After assuring her that he wouldn’t “tell anybody,” he allegedly took off her pants and performed oral sex on her. “I told him to stop, but he didn’t.” Later, Schuman claims that he undressed and “asked me to perform oral sex on him,” saying, “I did it for you and it’s only right you do it for me.”
She described her abuser as “growing very angry” with her, and explained that, “He was stronger and much bigger than me, and there was no way I would be able to open that door or have anyone help me… So when he placed my hand on his penis my thought was the only way to get out was to get him to finish what he had started.”
Schuman said that he proceeded to take her to the bedroom: “He threw me on the bed and climbed on top of me. Again, I told him that I was a virgin and I didn’t want to have sex… He was relentless, refusing to take my no’s for an answer. He was heavy, too heavy to get out from under him. Then I felt it, he put something inside of me.”
Schuman alleges that the famous singer called her over and over again, with no response. She hoped that she would never have to interact with him again. Unfortunately, after signing with Kenneth Crear, who was also her alleged abuser’s manager, she “quickly learned that Kenneth was thick as thieves with my abuser.” She recorded a duet with the still-unnamed artist; his part was pre-recorded, and they never overlapped in the studio. “Again, what was I supposed to do?” Schuman wrote. “I couldn’t tell my manager that his best friend had raped me so I won’t record this song.”
Crear allegedly asked the boy-bander to sing the duet live with Schuman at a major label showcase; he agreed. “I wasn’t surprised that he did,” she recalled. “He knew this way I couldn’t avoid him anymore. The day of the showcase, he arrived. I waited quietly and anxiously backstage bracing myself for the confrontation. We stood next to each other in awkward silence. He was irritated with my lack of warm welcome and appreciation for the favor he was doing for me.” At this point in the blog post, Schuman named her alleged abuser for the first time:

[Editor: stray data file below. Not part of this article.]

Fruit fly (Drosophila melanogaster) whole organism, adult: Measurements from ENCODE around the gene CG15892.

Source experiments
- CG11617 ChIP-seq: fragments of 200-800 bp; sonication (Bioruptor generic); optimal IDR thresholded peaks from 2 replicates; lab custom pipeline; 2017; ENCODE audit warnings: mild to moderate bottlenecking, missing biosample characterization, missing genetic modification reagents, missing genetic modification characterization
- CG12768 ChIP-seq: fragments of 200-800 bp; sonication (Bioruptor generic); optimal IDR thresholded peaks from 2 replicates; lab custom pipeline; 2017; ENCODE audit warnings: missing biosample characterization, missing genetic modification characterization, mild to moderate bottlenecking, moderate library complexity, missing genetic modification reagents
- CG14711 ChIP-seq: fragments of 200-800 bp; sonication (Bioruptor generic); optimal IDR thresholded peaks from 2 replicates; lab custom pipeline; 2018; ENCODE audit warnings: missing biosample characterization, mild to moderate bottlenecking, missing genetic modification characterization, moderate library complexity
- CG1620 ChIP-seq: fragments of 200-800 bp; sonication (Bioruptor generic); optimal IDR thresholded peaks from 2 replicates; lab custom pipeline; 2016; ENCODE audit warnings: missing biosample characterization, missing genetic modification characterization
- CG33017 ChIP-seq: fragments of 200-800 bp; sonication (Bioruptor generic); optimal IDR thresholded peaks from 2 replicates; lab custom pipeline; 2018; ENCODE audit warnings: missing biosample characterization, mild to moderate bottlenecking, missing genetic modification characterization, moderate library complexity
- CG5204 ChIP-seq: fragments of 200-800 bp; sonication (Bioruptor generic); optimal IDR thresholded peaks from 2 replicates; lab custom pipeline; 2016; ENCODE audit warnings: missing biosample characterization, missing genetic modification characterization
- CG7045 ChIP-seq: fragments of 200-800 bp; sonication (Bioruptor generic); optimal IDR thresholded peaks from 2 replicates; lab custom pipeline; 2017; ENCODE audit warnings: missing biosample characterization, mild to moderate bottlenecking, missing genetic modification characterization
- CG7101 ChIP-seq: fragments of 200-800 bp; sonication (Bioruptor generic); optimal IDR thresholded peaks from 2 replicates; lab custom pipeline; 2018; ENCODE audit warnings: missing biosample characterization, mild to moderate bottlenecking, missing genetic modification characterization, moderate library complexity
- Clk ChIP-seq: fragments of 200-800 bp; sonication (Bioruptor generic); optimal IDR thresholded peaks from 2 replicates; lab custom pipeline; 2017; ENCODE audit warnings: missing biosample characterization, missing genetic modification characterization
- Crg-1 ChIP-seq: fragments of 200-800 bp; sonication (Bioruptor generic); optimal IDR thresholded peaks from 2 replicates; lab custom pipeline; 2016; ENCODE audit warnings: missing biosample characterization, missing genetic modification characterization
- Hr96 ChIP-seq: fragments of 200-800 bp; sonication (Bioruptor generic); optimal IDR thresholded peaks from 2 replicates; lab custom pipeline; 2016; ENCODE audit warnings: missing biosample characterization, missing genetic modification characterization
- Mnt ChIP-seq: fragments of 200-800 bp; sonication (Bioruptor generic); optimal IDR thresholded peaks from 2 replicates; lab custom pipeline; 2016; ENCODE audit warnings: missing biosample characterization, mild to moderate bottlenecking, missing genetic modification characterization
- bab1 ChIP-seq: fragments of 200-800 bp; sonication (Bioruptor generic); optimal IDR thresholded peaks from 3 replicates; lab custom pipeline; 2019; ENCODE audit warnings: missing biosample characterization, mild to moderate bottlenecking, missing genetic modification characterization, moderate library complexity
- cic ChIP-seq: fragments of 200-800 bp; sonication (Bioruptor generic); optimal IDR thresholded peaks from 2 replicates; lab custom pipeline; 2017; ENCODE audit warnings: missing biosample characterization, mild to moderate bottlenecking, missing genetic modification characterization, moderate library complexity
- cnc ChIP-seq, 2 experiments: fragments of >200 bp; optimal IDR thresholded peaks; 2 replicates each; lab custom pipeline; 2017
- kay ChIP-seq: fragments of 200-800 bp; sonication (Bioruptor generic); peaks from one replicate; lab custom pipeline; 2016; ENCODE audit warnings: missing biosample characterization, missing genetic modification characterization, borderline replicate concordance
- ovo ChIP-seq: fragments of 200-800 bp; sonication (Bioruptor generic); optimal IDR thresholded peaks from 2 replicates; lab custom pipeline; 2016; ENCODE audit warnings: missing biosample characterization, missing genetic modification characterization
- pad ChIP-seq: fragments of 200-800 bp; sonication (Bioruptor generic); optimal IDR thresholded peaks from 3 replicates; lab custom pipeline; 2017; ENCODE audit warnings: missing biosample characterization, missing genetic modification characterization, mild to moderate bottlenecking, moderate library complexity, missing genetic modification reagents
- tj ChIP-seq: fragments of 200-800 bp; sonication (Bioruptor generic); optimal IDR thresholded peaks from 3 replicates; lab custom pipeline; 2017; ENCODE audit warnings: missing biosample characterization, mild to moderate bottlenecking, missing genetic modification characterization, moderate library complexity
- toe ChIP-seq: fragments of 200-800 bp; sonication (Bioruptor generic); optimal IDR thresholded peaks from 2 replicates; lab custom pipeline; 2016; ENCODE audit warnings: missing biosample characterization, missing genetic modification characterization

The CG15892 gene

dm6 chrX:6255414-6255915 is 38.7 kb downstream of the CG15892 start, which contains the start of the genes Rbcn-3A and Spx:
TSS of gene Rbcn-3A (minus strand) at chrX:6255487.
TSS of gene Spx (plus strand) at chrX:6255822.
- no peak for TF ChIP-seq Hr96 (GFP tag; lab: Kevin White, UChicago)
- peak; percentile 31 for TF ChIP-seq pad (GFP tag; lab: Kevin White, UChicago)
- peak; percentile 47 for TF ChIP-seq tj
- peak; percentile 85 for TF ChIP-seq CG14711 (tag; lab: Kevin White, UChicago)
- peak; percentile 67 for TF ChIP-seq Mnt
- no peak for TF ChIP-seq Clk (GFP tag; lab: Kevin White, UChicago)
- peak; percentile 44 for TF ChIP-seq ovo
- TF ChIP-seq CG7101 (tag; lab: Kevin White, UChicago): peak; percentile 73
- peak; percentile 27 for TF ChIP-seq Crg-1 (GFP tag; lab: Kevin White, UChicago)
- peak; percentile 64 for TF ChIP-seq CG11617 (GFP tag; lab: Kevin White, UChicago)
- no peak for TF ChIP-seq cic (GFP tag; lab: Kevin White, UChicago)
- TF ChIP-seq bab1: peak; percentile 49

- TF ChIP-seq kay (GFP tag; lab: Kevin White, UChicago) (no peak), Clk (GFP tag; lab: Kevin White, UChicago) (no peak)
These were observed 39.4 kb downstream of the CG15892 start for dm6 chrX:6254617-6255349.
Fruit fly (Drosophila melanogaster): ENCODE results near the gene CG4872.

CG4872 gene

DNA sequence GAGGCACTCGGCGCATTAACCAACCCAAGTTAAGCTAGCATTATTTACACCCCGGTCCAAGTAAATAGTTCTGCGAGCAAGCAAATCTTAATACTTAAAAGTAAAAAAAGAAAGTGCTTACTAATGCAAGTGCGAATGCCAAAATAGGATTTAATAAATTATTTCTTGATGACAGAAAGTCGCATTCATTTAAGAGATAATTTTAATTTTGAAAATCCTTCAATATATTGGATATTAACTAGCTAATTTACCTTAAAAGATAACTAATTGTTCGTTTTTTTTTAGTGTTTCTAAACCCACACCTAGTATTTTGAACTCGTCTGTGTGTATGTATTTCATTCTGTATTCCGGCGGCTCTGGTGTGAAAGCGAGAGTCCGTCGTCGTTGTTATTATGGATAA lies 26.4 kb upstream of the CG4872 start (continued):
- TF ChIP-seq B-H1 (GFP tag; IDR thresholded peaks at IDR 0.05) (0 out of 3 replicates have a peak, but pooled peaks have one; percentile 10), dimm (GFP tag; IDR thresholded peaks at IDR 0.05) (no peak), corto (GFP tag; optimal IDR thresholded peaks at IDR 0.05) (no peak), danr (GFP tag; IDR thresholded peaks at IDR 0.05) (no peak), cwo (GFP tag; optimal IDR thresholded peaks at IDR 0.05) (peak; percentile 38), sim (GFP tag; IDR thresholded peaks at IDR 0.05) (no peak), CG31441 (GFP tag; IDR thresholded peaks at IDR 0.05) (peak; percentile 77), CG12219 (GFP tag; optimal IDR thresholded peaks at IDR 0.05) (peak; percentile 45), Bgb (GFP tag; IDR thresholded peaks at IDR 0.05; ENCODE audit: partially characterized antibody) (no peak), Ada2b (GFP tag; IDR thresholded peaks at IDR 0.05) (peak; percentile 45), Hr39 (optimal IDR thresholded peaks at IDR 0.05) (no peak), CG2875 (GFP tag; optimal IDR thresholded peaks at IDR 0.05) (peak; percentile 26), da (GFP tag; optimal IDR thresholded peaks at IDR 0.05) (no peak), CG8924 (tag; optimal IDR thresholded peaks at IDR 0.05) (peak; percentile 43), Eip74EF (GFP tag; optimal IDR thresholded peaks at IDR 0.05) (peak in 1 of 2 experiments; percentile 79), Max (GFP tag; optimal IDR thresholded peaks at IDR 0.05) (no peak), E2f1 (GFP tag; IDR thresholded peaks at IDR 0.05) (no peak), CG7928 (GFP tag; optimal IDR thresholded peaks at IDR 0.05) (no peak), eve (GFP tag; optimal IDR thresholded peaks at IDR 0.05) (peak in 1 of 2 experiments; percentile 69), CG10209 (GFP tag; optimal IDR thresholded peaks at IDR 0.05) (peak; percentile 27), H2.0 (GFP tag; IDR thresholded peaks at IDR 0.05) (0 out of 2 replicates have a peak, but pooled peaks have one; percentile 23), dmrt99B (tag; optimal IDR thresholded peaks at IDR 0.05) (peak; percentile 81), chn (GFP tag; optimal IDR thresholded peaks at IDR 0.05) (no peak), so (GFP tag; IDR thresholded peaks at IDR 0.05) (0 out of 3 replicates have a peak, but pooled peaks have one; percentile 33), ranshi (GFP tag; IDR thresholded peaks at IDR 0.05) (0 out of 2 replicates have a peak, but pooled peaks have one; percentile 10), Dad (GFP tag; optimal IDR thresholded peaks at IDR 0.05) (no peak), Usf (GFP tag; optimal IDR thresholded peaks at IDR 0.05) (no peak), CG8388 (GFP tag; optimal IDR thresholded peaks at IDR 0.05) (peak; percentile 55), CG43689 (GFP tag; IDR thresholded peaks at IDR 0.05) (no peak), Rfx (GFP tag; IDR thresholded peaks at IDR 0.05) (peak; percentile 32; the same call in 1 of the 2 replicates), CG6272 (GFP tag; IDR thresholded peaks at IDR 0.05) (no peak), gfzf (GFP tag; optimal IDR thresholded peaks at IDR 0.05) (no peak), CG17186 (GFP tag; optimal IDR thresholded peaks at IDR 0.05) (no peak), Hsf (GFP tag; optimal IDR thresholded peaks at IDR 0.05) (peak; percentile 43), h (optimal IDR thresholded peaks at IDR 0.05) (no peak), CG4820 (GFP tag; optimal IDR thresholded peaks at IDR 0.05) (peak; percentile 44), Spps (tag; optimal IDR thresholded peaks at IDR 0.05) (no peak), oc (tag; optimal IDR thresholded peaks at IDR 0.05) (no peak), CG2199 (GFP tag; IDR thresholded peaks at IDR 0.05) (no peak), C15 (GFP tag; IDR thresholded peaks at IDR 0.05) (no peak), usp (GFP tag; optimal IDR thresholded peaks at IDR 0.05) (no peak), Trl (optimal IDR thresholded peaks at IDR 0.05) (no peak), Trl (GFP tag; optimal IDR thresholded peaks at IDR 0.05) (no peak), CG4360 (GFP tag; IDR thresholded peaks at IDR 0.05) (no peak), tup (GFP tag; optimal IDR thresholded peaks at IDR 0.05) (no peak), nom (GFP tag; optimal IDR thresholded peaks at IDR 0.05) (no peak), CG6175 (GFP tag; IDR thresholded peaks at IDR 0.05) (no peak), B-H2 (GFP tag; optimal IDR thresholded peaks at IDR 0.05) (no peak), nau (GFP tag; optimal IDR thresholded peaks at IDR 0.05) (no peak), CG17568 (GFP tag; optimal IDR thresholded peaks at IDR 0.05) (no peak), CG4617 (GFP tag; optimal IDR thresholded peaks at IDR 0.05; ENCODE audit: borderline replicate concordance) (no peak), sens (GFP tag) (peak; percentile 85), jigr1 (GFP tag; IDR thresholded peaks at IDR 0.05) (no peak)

“Ladies and gentleman, please welcome Melissa Schuman and from the Backstreet Boys, Nick Carter.”
Schuman seems quite aware that, even in the #MeToo era, survivors face a good deal of skepticism when they come forward. She emphasizes in her post that she did speak up about her assault to family, friends, and her therapist. She eventually told her then-manager Nils Larsen that she wanted to share her story. “He heard me out and said he would do some investigation and would try to find me a good attorney as I intended to press charges,” Schuman recalled. “He later informed me that my abuser… had the most powerful litigator in the country.”
“I didn’t have the money, the clout, or access to an attorney who was powerful enough to stand up against my abuser’s legal counsel. I was told I would likely be buried in humiliation, accused of being fame hungry, and it would ultimately hurt me professionally as well as publicly. I was focused on building a career and name for myself at the time and I didn’t want what he did to further affect my life and future.” (Both Schuman and Carter did not provide The Daily Beast with comment for this story.)